9-inch Wright's New Improved Terrestrial Globe, with pasted cartouche and label WRIGHT'S New Improved Terrestrial Globe, on which the Latitudes and Longitudes of Places are Carefully laid down, with all the New Discoveries Made by the late CAPT. COOK and other current NAVIGATORS to the Present Time. W. & S. Jones, No. 30, Lower ... London, made up of twelve engraved gores and Northern Polar hour ring, showing First Meridian, Equatorial divided by individual degrees 0-180-0, labeled Longitude from London East and Longitude from London West, the Ecliptic in Gregorian and Zodiacal calenders, the oceans marked with currents and the tracks of explorers including Cook and Anson, the Pacific marked as the Great South and Mar del Zud, continents and territories lightly shaded, labeled with mountain ranges and hatched and shaded coasts, the African continent divided variously into Barbary, Biledulgerid, Zahara or the Desert, Ethiopia, Monoemugi and Monomo Tapa, Australia labeled New Holland, North American states and territories including New France, Louisiana, Carolina, and New Albion, South America with Mexico labeled New Spain, Wild Brasil and Brasil, in callibrated brass meridian ring and paper-covered horizon ring with red-painted rim, Gregorian calendar and Zodiacal calendar shown as sigils and figures, on four turned mahogany legs with "X" stretcher, ht. 14 in., (structural damaged to both Poles, infill over Java, area of paper loss, staining and area of paper loss to horizon ring).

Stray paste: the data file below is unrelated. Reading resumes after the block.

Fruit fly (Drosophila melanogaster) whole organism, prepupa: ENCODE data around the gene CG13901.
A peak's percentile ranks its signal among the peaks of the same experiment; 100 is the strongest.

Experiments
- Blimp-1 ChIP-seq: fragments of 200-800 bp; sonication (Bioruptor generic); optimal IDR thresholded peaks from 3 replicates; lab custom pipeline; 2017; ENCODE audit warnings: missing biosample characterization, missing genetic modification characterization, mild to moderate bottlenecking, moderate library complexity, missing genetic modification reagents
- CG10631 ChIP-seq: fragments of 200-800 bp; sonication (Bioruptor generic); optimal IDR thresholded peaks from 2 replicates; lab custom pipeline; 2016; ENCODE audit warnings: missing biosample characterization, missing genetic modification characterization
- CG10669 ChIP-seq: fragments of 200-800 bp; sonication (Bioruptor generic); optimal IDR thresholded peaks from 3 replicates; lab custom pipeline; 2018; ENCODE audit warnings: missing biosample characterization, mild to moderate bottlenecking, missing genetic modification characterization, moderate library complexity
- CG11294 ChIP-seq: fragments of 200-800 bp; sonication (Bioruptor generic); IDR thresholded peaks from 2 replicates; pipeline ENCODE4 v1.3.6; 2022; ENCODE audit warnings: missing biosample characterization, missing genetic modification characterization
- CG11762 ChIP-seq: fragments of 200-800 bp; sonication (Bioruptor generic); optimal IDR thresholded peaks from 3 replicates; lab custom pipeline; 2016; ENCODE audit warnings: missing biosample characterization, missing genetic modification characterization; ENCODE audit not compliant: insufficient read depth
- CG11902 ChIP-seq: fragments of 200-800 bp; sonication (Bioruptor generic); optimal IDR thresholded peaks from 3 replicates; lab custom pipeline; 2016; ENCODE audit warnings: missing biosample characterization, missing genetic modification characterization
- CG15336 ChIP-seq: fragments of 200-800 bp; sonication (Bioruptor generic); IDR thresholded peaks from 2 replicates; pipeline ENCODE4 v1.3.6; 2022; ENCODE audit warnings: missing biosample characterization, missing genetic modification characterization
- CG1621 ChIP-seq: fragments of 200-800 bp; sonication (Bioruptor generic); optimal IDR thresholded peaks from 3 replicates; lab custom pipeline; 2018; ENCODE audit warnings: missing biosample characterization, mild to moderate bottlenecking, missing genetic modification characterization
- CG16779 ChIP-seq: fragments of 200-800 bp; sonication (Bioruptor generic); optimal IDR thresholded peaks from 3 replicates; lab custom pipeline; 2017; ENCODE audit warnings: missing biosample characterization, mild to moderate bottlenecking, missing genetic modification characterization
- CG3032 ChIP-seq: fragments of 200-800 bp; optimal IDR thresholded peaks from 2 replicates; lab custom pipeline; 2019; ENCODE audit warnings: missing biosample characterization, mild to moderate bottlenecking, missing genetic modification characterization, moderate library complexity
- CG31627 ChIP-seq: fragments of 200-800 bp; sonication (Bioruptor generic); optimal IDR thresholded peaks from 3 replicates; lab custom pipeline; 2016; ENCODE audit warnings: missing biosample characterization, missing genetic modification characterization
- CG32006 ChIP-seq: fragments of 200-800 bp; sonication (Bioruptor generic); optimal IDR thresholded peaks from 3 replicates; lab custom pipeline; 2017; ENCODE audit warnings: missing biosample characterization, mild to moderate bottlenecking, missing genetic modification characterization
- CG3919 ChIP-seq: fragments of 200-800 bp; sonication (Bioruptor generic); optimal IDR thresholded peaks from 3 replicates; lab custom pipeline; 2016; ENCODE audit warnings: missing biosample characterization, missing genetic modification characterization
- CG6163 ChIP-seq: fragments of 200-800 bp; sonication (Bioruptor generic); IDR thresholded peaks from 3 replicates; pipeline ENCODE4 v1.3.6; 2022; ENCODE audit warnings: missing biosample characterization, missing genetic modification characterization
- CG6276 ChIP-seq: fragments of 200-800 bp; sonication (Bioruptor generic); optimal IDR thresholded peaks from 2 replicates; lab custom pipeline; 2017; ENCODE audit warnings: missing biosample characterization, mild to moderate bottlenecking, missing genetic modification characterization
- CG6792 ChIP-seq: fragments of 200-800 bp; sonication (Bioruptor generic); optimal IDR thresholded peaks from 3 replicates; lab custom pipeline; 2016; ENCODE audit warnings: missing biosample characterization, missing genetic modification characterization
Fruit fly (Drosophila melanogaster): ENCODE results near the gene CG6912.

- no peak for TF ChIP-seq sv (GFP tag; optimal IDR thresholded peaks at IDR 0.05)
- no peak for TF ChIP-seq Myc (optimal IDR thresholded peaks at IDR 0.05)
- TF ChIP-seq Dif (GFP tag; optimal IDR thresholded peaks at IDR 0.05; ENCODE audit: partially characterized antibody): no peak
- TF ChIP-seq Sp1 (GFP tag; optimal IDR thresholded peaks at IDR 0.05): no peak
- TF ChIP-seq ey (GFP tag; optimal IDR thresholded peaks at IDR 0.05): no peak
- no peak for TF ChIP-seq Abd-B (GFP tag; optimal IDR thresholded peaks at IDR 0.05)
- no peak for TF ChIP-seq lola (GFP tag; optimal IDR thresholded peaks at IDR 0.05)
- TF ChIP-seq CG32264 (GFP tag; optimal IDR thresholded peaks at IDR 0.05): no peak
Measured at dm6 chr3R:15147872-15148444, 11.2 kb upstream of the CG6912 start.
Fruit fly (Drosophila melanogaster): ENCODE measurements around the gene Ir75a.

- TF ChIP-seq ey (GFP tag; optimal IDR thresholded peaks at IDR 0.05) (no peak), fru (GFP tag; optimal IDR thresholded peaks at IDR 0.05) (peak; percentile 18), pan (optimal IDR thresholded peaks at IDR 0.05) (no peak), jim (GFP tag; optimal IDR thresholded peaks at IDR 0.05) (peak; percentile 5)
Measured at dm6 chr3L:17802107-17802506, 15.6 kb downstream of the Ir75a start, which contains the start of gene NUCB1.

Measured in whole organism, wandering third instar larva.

Note: Gabriel Wright, an apprentice to Benjamin Martin, began working with the globe-maker William Bardin in around 1782. Bardin's globes were often marketed by London instrument dealers W. & S. Jones.